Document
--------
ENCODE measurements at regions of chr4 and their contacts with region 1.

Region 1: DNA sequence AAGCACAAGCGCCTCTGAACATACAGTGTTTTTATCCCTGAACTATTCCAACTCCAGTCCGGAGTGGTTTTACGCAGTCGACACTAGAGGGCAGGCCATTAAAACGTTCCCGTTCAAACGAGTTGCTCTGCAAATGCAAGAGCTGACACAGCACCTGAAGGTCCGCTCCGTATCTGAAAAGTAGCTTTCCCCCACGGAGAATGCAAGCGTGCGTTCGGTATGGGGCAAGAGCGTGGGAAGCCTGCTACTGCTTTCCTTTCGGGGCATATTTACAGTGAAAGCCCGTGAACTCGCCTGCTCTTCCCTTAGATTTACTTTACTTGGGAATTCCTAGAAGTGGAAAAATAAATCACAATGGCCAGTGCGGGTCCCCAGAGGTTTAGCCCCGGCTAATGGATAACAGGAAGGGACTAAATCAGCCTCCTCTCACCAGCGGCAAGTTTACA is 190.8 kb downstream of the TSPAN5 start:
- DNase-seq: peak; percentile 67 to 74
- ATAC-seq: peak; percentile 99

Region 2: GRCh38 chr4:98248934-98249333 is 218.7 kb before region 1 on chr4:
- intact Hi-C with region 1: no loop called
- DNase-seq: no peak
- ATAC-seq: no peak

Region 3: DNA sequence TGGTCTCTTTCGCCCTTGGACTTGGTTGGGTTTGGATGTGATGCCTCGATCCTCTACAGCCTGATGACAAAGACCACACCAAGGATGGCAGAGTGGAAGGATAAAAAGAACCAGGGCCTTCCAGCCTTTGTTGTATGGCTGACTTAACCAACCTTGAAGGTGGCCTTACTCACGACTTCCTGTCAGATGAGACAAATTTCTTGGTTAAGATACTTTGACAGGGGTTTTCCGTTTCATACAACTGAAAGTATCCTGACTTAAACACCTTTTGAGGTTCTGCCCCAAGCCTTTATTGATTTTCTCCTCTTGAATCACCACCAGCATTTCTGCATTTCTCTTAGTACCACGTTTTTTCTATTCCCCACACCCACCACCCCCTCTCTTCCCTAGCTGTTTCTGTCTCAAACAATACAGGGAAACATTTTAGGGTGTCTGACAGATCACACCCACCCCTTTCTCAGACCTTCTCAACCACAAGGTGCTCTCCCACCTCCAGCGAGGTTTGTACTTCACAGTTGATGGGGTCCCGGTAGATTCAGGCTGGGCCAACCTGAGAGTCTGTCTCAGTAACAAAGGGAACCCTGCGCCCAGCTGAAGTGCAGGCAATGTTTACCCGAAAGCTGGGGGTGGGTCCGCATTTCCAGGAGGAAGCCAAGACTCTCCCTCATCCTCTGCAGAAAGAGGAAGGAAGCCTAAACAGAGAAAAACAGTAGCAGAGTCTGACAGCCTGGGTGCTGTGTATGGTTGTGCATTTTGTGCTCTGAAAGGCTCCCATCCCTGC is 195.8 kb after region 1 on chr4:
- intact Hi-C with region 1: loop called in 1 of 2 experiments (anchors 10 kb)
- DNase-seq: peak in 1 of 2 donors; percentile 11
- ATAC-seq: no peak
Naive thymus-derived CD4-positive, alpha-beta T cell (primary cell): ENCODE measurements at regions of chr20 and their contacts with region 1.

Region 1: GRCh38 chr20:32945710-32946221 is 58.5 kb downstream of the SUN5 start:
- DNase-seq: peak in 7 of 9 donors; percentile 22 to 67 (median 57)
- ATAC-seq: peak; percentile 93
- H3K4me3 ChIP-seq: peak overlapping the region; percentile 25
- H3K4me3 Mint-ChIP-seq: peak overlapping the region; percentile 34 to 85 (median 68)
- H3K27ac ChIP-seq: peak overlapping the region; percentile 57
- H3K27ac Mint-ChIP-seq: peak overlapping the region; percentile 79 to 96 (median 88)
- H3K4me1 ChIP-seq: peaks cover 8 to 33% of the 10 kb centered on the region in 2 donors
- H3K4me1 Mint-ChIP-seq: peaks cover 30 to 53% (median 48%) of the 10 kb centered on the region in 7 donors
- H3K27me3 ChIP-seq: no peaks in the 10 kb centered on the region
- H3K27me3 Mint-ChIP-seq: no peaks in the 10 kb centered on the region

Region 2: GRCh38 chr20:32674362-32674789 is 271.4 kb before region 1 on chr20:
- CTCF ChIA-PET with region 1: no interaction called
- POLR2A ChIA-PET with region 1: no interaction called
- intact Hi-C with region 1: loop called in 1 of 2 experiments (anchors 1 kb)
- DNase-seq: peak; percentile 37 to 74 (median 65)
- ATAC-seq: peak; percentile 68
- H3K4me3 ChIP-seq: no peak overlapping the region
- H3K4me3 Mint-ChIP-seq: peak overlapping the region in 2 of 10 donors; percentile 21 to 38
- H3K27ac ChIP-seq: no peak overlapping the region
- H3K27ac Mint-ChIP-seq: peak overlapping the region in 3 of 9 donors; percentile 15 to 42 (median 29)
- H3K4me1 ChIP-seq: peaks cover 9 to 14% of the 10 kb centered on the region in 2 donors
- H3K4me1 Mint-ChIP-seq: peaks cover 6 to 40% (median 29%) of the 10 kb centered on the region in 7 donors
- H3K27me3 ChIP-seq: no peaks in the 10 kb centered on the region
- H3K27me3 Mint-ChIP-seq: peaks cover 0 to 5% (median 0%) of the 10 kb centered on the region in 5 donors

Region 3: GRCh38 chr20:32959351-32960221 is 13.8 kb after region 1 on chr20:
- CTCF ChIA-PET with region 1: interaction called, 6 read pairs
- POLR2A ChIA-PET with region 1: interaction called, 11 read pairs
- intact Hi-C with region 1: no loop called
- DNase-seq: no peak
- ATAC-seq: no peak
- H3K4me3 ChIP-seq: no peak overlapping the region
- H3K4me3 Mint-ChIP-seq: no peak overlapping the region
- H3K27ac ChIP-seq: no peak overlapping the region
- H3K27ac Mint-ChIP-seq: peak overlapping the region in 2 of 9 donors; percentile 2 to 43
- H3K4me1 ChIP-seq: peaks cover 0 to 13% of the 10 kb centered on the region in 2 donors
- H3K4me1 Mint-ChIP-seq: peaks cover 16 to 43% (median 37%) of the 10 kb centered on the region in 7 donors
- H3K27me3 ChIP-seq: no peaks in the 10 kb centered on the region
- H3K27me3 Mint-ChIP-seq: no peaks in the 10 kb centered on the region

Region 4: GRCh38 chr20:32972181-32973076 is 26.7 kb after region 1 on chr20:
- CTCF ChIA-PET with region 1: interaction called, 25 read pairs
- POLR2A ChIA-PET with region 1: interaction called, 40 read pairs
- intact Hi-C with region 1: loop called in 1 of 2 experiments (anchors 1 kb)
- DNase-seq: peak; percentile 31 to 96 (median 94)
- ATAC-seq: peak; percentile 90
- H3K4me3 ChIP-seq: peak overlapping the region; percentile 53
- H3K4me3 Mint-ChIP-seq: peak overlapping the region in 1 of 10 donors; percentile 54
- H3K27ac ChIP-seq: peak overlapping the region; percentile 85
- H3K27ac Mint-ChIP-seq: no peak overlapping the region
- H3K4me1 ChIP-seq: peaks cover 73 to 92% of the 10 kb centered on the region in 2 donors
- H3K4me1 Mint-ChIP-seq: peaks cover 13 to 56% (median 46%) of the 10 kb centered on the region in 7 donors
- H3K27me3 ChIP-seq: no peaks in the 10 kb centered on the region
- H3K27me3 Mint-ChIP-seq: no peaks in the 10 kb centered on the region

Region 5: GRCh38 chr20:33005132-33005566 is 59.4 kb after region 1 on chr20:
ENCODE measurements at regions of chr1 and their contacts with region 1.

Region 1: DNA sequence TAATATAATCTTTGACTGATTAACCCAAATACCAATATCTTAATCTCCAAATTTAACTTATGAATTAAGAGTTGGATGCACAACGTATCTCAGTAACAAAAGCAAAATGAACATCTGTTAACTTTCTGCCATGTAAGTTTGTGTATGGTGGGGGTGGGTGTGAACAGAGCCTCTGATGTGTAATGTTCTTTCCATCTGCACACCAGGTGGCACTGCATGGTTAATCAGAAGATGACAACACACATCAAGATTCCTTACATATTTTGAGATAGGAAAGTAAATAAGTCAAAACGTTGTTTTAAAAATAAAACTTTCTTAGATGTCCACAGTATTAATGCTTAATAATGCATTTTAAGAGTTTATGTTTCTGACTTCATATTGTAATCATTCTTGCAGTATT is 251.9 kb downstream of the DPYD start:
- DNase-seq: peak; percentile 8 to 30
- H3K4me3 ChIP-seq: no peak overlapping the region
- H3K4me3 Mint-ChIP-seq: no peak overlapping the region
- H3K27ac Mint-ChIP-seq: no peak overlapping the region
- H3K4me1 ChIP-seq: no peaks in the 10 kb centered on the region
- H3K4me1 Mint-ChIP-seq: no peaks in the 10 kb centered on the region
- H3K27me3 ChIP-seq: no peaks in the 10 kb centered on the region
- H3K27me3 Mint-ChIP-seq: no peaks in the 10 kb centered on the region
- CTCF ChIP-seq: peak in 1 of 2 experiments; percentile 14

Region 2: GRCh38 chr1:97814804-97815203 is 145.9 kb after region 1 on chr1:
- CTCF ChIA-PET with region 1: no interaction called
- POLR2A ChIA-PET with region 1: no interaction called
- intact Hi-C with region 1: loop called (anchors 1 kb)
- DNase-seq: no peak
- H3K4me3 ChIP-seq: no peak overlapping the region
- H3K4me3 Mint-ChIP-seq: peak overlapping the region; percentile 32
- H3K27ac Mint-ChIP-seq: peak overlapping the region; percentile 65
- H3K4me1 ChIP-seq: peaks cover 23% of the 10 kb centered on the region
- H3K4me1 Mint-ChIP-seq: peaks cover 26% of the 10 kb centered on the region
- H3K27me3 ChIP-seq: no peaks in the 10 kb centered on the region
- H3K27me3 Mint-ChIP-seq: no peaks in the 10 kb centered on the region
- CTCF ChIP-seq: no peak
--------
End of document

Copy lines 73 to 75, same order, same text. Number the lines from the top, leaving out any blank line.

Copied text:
- H3K27ac Mint-ChIP-seq: no peak overlapping the region
- H3K4me1 ChIP-seq: no peaks in the 10 kb centered on the region
- H3K4me1 Mint-ChIP-seq: no peaks in the 10 kb centered on the region